Salvador Vassallo's business has had its ups and downs.
Ponce, Puerto Rico-based Vassallo Industries Inc., for instance, never grew into extruding wood composite profiles as it wanted. But its chief executive officer diversified his business in other ways, including acquiring housewares injection molder Syroco Inc. of Baldwinsville, N.Y., in 2004.
Now, the company owns more than 1,000 molds in housewares, Vassallo told audience members at a March 6 presentation at Plastics News' Executive Forum in Tampa.
It now has 2.4 million square feet of plant space in the U.S. as it has worked to move beyond building and construction end markets. Over the past year, officials have invested $8 million in new products, machines and technology.
``So we can survive,'' Vassallo said. ``Otherwise, it's going to happen like the dinosaur. It's going to disappear.''
Vassallo added three new Engel injection presses for Syroco: One went to its Siloam Springs, Ark., plant, and two were placed at Syroco's New York location.
In addition, the firm moved 11 presses from Puerto Rico to Siloam Springs as it consolidated PVC pipe fittings manufacturing in Siloam Springs. Syroco also now has a new president, Ray Carrock, who was the chief financial officer. Vassallo is chairman.
``I am confident that Ray will put Syroco in another step,'' Vassallo said March 6. ``He brings new innovations, new strategies and banking knowledge.''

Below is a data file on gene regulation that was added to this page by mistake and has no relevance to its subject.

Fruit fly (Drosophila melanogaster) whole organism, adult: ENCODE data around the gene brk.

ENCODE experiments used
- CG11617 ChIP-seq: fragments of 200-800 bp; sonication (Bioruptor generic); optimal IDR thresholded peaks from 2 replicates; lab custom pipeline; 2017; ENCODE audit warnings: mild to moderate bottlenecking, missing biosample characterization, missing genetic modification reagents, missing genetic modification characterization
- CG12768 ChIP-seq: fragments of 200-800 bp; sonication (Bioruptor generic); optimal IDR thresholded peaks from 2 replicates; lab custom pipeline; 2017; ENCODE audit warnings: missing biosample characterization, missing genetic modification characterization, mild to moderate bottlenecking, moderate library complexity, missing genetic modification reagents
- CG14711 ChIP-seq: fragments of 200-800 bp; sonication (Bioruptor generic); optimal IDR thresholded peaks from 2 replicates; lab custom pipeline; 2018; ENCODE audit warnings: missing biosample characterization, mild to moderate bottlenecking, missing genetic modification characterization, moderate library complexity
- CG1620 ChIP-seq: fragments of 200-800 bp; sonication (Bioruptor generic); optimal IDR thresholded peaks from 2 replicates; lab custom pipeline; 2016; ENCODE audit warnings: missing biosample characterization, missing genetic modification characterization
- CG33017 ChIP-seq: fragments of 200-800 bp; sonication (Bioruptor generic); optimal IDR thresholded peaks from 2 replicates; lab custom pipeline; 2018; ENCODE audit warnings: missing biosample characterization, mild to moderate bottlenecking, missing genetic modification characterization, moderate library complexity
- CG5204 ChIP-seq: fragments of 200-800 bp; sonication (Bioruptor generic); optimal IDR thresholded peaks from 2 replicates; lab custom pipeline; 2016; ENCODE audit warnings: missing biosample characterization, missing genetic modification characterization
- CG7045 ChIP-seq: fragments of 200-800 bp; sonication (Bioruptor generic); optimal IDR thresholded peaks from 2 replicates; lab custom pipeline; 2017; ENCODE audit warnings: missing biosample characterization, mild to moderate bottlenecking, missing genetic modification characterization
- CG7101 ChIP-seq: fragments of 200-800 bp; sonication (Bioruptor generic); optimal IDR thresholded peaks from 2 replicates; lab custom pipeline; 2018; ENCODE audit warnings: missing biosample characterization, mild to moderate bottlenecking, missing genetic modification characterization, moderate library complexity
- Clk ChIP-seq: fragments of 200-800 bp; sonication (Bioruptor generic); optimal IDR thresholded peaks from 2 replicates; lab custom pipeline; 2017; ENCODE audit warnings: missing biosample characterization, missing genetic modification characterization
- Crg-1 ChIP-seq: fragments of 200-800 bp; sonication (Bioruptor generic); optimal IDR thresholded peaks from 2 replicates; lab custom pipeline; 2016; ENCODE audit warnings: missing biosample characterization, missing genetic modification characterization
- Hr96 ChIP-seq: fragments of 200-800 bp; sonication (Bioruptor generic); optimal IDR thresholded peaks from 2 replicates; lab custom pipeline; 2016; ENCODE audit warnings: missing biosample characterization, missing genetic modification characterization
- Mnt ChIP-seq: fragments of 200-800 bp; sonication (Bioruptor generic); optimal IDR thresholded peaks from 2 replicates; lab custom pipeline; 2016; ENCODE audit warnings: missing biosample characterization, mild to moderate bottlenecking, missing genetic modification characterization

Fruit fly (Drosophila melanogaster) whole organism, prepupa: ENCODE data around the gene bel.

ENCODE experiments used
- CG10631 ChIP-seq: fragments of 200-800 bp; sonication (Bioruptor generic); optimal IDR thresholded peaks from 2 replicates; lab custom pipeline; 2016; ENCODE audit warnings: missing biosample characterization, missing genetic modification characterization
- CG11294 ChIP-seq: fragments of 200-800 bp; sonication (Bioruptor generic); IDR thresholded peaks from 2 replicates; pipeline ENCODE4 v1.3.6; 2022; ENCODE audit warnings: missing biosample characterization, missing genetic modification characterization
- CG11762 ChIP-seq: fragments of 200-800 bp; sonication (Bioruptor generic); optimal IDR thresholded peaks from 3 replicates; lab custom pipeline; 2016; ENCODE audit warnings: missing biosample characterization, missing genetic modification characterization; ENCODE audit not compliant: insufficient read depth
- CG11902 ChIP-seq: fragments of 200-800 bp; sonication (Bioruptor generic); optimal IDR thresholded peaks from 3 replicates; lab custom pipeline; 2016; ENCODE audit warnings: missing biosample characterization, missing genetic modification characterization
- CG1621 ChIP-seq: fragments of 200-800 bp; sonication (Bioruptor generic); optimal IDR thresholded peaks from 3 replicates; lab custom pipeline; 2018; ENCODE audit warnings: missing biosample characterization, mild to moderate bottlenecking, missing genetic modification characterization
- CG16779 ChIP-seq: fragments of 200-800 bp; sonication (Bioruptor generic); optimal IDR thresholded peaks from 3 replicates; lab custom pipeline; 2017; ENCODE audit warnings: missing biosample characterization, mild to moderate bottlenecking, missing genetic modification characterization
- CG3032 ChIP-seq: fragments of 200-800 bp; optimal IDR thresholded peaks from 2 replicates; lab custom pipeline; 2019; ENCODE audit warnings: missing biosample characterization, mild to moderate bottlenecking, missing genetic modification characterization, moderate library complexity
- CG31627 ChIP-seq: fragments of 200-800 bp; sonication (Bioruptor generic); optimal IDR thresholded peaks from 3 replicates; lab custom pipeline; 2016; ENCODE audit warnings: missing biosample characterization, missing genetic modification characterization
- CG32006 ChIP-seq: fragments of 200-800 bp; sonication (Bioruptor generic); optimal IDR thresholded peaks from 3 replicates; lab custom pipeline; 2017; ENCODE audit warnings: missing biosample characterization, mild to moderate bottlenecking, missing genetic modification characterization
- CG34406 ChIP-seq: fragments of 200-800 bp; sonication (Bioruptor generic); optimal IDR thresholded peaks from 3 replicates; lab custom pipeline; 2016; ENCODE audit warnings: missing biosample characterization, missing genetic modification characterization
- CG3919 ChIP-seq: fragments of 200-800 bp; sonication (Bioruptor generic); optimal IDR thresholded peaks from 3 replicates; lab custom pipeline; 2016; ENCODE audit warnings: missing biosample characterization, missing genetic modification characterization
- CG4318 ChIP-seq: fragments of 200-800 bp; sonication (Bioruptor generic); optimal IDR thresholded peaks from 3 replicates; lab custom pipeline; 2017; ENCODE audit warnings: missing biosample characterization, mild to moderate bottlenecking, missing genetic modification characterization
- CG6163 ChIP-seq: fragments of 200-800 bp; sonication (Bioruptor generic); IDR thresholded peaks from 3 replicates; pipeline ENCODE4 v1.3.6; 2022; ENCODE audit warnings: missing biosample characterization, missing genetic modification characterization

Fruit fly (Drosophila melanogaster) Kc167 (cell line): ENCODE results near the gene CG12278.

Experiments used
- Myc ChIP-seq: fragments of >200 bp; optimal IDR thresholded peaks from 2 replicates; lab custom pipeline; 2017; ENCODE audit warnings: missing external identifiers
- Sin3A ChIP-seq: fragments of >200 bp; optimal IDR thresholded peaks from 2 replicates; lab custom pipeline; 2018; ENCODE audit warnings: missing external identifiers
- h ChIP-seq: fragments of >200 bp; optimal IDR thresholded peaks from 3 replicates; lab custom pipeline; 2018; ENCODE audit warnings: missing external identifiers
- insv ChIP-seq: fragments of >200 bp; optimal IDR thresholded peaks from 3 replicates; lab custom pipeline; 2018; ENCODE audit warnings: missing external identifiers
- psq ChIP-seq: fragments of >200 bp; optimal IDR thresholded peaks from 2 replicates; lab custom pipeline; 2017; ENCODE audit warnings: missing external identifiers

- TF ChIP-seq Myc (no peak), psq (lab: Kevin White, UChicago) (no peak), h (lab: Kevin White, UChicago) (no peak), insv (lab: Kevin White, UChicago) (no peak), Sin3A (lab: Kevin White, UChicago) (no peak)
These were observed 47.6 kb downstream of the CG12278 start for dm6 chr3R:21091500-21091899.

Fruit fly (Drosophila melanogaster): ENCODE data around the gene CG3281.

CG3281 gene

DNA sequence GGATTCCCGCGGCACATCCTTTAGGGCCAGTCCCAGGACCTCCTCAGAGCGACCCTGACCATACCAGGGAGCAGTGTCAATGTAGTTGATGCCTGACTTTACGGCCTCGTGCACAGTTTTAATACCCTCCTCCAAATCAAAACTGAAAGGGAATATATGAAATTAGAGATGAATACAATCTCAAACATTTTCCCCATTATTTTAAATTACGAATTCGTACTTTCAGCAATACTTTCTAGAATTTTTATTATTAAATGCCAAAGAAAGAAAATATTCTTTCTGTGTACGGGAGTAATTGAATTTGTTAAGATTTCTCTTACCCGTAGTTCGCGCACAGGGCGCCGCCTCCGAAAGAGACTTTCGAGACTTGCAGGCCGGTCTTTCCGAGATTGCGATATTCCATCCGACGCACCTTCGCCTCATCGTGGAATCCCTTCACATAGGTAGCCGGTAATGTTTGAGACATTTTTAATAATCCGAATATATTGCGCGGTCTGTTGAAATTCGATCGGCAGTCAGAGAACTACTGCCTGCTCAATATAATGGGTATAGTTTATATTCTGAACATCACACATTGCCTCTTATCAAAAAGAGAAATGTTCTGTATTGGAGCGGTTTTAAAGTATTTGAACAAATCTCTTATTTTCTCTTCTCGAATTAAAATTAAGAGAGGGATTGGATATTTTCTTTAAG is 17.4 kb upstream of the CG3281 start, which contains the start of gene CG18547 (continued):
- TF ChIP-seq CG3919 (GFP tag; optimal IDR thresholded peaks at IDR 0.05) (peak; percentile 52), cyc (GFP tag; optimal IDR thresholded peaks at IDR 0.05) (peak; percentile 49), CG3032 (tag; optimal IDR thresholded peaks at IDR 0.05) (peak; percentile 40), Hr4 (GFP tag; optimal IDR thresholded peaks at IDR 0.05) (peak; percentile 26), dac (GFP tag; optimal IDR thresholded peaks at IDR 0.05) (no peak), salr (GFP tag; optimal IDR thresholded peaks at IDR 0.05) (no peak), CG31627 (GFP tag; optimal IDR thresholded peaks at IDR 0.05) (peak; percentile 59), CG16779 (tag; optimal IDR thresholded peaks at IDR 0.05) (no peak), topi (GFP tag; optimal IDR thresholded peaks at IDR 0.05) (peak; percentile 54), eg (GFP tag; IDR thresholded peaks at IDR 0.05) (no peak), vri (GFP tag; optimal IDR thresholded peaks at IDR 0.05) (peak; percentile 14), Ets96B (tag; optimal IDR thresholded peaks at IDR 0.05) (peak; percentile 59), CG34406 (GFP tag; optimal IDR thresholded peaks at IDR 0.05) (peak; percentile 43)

A particularly big triumph has been getting resin price increases through to the big-box retailers.
``Thank God that I put a stop to it,'' he said of the biggest retailers refusing to accept price increases. ``I said, `You will buy my products; you will buy at this price.' And I raised almost 12 percent.''
The other issue that Vassallo discussed was the Dominican Republic-Central America Free Trade Agreement. The agreement covers the Dominican Republic, Costa Rica, El Salvador, Guatemala, Honduras, and Nicaragua.
DR-CAFTA would eliminate Central American tariffs on plastic products over five to 10 years. The trade pact eliminates tariffs immediately on plastic machinery, molds and resins, where the DR-CAFTA countries do not have their own manufacturing. But because the Central American countries have domestic plastic product industries, they wanted a phased-in reduction of tariffs.
``I think the industry should know more about CAFTA because those things in the long run will help our industry go to those countries,'' he said.